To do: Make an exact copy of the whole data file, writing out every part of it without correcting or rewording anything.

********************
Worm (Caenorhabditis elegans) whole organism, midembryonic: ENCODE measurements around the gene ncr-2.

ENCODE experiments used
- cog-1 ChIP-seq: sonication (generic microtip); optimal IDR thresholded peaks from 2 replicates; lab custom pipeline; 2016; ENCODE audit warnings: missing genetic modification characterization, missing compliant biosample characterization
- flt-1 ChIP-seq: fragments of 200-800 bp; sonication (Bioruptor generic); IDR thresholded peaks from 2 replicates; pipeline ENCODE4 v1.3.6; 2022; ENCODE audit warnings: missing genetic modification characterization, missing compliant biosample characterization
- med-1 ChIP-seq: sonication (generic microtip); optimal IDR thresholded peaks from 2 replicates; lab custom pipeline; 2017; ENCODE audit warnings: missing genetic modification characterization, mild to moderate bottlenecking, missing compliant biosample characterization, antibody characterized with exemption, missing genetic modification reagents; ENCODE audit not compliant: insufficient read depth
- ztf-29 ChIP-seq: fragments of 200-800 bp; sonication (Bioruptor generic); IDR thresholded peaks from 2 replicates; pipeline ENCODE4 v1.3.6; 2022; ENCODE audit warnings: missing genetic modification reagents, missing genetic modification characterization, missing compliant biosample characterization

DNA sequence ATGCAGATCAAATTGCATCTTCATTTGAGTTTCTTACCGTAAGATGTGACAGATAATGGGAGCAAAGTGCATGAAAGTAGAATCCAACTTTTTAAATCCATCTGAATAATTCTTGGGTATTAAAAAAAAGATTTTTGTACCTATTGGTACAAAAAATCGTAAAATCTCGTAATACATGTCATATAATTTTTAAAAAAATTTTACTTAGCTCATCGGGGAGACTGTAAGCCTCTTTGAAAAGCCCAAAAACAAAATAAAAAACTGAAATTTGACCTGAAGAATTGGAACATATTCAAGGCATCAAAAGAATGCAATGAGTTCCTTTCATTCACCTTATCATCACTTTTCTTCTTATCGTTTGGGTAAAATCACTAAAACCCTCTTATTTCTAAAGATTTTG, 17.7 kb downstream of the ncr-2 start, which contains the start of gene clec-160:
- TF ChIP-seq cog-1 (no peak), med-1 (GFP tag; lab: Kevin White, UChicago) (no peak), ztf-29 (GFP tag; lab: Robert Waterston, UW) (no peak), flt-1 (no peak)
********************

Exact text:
Worm (Caenorhabditis elegans) whole organism, midembryonic: ENCODE measurements around the gene ncr-2.

ENCODE experiments used
- cog-1 ChIP-seq: sonication (generic microtip); optimal IDR thresholded peaks from 2 replicates; lab custom pipeline; 2016; ENCODE audit warnings: missing genetic modification characterization, missing compliant biosample characterization
- flt-1 ChIP-seq: fragments of 200-800 bp; sonication (Bioruptor generic); IDR thresholded peaks from 2 replicates; pipeline ENCODE4 v1.3.6; 2022; ENCODE audit warnings: missing genetic modification characterization, missing compliant biosample characterization
- med-1 ChIP-seq: sonication (generic microtip); optimal IDR thresholded peaks from 2 replicates; lab custom pipeline; 2017; ENCODE audit warnings: missing genetic modification characterization, mild to moderate bottlenecking, missing compliant biosample characterization, antibody characterized with exemption, missing genetic modification reagents; ENCODE audit not compliant: insufficient read depth
- ztf-29 ChIP-seq: fragments of 200-800 bp; sonication (Bioruptor generic); IDR thresholded peaks from 2 replicates; pipeline ENCODE4 v1.3.6; 2022; ENCODE audit warnings: missing genetic modification reagents, missing genetic modification characterization, missing compliant biosample characterization

DNA sequence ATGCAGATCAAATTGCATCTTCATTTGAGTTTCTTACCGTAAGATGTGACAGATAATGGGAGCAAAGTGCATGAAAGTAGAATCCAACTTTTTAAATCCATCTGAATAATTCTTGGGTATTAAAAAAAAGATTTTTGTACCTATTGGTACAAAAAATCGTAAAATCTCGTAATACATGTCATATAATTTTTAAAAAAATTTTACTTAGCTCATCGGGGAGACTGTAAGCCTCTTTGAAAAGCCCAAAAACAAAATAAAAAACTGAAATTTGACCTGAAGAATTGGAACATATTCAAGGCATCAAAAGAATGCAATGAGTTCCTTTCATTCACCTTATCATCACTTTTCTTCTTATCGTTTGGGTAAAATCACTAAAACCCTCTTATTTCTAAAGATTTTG, 17.7 kb downstream of the ncr-2 start, which contains the start of gene clec-160:
- TF ChIP-seq cog-1 (no peak), med-1 (GFP tag; lab: Kevin White, UChicago) (no peak), ztf-29 (GFP tag; lab: Robert Waterston, UW) (no peak), flt-1 (no peak)